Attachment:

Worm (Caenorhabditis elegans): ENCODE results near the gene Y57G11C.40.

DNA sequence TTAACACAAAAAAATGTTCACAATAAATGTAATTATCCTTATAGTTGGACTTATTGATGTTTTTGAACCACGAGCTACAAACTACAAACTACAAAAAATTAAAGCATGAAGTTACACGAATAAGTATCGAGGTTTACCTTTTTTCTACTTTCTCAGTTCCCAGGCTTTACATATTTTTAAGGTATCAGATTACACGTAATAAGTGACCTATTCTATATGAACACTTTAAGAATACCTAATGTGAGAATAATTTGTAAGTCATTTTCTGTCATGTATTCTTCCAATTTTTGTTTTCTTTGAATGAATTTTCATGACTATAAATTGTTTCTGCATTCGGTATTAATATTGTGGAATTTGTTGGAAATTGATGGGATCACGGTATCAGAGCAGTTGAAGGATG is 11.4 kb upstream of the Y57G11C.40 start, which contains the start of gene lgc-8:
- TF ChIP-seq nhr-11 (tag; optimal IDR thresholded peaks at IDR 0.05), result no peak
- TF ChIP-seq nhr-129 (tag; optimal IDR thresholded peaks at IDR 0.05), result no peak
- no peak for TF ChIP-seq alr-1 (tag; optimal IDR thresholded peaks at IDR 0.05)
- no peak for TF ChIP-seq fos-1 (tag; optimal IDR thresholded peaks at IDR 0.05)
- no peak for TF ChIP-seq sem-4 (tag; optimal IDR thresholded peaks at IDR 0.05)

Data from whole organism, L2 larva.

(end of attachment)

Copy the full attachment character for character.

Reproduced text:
Worm (Caenorhabditis elegans): ENCODE results near the gene Y57G11C.40.

DNA sequence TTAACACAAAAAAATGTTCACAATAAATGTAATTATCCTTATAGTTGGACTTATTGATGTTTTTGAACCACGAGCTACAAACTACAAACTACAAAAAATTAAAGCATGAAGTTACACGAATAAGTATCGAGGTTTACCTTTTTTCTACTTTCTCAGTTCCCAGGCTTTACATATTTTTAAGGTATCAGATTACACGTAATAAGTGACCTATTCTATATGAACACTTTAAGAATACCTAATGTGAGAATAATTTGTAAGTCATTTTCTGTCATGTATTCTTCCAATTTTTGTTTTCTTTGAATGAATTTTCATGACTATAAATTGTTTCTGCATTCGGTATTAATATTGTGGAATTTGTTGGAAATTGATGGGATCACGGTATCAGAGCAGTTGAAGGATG is 11.4 kb upstream of the Y57G11C.40 start, which contains the start of gene lgc-8:
- TF ChIP-seq nhr-11 (tag; optimal IDR thresholded peaks at IDR 0.05), result no peak
- TF ChIP-seq nhr-129 (tag; optimal IDR thresholded peaks at IDR 0.05), result no peak
- no peak for TF ChIP-seq alr-1 (tag; optimal IDR thresholded peaks at IDR 0.05)
- no peak for TF ChIP-seq fos-1 (tag; optimal IDR thresholded peaks at IDR 0.05)
- no peak for TF ChIP-seq sem-4 (tag; optimal IDR thresholded peaks at IDR 0.05)

Data from whole organism, L2 larva.